And as Sturgeon’s hallmark defiance has intensified, her party and #IStandWithNicola acolytes have become not only increasingly subservient to her shining presentations, but even more zealous in their denunciation of anyone daring to question them.
Depressingly, this is also evident in much of the wider ‘Nicola’ fervour across political and civic Scotland just now. It’s a deference entrenched in all forms of public discourse, from a compliant media commentariat to gushing celebrities, from aligned academics to funded third sector groups. Lamentably, many would-be leftists and ‘alternative media’ sites have shown no more inclination to maintain the role of – as Edward Said so vitally advocated – the critical outsider.
A good illustration of this is the collective animus being directed at Wings Over Scotland.
Now, I’ve never been particularly attuned to the more ‘caustic’ output from the Rev Stuart Campbell – still holding on to some of that older Tony Benn thing about winning with basic argument rather than personalised attack.
Yet, disturbingly for much of the SNP and its party followers, Wings has proven just as capable in the former type of engagement.
Indeed, the analytical effectiveness of Wings has only increased following Campbell’s (disgraceful) Twitter ban.
For the Yes street it has been a vital platform, resource and driving force for independence.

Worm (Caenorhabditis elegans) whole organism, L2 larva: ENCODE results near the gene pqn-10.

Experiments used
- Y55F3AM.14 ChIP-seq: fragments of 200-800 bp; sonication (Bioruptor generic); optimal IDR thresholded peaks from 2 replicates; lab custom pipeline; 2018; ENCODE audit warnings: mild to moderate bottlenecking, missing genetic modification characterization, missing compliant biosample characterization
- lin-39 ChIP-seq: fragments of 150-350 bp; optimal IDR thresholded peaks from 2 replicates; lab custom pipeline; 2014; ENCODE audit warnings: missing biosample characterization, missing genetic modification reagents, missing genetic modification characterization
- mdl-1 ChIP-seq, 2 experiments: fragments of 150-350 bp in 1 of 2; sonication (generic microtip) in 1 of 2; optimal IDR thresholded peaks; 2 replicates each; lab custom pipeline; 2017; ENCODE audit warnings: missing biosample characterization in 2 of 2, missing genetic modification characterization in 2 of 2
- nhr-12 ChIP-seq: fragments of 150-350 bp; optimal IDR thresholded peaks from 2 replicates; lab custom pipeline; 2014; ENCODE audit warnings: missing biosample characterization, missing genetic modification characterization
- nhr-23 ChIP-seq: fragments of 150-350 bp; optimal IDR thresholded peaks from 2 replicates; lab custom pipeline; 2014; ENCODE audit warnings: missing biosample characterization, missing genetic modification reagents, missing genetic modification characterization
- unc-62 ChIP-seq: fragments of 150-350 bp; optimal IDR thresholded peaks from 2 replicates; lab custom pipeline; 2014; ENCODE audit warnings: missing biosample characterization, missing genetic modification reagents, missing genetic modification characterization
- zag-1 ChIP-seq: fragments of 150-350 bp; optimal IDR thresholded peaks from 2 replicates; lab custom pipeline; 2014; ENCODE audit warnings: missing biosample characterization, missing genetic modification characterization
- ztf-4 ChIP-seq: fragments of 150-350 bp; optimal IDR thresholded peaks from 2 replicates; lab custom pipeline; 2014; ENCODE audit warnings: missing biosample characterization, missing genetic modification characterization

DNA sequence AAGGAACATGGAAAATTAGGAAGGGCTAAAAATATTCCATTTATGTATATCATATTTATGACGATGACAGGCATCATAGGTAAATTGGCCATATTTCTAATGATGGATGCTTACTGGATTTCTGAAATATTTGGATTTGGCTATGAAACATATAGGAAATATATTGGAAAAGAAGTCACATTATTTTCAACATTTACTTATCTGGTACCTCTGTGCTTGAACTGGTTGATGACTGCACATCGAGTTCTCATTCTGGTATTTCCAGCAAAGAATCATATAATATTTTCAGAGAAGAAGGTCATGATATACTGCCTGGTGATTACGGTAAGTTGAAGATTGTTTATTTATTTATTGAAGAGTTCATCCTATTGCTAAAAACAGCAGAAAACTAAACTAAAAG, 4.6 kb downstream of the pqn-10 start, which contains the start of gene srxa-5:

Yet many of the SNP notables who hailed Wings back in heady 2014 are now running an effective witch-hunt against this and other Indy sites, with some party ‘prefects’ calling for the expulsion of any member found contributing to Wings.
Why the volte face? Why the McCarthyite sweep? Quite simply because they fear how Wings and others on the Yes blogosphere are now mounting serious examinations of their mendacious conduct, their failure to deliver independence and the artifice of their presentational politics.
Even besides the worthy output of such sites, one feels an almost moral obligation to support them in the face of such hysteria.
Thankfully, there’s also still a wealth of Yes-popular sites for key information and comment, from the tireless Craig Murray to the incisive Jeggit to the forensic James Kelly – a blog which, to its credit, refuses to join in the purging of Wings despite their ‘longstanding differences’.
And, after all, isn’t all that difference, diversity and debate, however fraught, good and healthy, rather than the conformity, discipline and sterile ‘weesht for Indy‘ pleas the SNP presentation club are trying to impose on us?
This backlash says so much about the dearth of real, critical voices now within and around the SNP, a vacancy that’s been filled by a lame submissiveness to its faux, presentational politics.
No radicalism. No exciting agenda for change. No prospect of independence.
Instead, a centrist, neoliberal politics devoid of substance, a culture of cosy insiderism, and a slick comms machine running the whole presentational show.
The closest recent comparison I can find is the whole spin culture and celebrity adulation that went on around Blair, Campbell and Britpop. And look where all that ended up.